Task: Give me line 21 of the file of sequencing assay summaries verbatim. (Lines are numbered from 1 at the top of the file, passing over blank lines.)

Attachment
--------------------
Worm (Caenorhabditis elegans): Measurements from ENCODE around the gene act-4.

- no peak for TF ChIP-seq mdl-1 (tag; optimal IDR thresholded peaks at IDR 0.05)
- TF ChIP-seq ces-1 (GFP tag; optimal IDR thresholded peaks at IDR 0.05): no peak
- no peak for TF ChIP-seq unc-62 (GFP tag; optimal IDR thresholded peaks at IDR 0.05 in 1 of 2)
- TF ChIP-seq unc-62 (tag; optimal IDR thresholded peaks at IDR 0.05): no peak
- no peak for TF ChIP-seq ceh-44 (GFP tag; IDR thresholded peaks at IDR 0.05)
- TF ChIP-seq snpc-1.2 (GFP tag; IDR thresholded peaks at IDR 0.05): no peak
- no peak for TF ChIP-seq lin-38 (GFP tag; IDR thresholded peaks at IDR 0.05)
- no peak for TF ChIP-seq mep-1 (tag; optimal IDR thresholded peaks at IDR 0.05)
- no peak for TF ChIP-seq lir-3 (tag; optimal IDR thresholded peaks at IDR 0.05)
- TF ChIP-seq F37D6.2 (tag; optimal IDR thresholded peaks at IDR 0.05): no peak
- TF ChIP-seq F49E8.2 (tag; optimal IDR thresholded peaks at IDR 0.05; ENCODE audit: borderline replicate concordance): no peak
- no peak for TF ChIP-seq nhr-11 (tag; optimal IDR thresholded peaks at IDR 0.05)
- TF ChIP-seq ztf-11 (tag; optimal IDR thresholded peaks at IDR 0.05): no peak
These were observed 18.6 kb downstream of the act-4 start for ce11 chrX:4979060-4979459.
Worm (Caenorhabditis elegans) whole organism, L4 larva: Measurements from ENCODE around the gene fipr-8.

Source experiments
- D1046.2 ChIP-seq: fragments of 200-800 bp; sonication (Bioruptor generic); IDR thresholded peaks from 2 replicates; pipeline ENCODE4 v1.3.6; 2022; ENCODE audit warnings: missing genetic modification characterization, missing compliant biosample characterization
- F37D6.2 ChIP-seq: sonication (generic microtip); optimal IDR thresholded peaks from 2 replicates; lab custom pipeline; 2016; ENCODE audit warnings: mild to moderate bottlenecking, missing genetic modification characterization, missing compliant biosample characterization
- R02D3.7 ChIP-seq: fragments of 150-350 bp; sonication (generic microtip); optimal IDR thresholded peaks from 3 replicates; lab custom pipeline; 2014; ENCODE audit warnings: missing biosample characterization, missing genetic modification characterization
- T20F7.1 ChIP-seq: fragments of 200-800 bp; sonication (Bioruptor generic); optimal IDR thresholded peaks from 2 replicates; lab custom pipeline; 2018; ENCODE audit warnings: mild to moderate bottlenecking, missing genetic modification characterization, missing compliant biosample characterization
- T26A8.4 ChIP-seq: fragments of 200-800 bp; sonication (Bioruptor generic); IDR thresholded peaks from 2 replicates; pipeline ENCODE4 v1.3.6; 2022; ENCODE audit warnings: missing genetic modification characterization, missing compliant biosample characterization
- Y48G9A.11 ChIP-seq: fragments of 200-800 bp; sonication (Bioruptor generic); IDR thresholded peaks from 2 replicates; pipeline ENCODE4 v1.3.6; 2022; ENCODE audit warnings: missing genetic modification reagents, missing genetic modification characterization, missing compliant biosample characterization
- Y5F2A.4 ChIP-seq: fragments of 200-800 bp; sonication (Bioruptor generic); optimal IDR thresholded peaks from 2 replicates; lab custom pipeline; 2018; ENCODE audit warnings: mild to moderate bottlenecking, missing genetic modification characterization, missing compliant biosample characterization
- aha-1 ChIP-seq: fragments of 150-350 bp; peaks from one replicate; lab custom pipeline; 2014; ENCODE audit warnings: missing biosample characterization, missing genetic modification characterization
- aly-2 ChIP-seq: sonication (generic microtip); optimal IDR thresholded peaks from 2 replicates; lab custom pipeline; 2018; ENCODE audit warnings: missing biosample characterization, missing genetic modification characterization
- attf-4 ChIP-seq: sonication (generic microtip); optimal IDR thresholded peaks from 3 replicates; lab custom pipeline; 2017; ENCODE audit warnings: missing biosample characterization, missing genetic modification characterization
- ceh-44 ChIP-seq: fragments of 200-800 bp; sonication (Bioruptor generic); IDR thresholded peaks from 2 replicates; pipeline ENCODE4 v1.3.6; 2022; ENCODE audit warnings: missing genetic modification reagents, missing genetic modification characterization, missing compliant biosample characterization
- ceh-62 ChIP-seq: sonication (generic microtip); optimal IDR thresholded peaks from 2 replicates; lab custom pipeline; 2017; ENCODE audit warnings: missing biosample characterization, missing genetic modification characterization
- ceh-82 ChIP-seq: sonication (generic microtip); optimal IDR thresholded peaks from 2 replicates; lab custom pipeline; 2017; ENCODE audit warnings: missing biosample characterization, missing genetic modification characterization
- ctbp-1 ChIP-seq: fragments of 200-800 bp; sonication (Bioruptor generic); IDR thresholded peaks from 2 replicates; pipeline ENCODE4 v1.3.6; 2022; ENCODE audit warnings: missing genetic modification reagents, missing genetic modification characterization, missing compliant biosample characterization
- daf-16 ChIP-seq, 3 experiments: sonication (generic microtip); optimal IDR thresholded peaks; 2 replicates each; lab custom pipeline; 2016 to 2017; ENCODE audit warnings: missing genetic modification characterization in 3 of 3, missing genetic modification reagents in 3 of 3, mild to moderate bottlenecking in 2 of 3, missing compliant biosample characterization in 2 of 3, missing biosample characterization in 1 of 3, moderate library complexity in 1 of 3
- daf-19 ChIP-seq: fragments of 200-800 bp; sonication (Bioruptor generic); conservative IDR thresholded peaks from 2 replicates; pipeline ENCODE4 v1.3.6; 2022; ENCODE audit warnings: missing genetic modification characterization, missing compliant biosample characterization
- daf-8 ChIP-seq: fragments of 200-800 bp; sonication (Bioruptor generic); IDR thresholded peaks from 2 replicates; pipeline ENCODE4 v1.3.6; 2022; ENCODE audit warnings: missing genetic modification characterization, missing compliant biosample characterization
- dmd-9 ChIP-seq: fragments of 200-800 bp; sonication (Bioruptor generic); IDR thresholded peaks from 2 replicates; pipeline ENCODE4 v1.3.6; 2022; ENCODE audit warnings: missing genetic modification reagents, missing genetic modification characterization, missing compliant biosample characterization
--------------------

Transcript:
- T20F7.1 ChIP-seq: fragments of 200-800 bp; sonication (Bioruptor generic); optimal IDR thresholded peaks from 2 replicates; lab custom pipeline; 2018; ENCODE audit warnings: mild to moderate bottlenecking, missing genetic modification characterization, missing compliant biosample characterization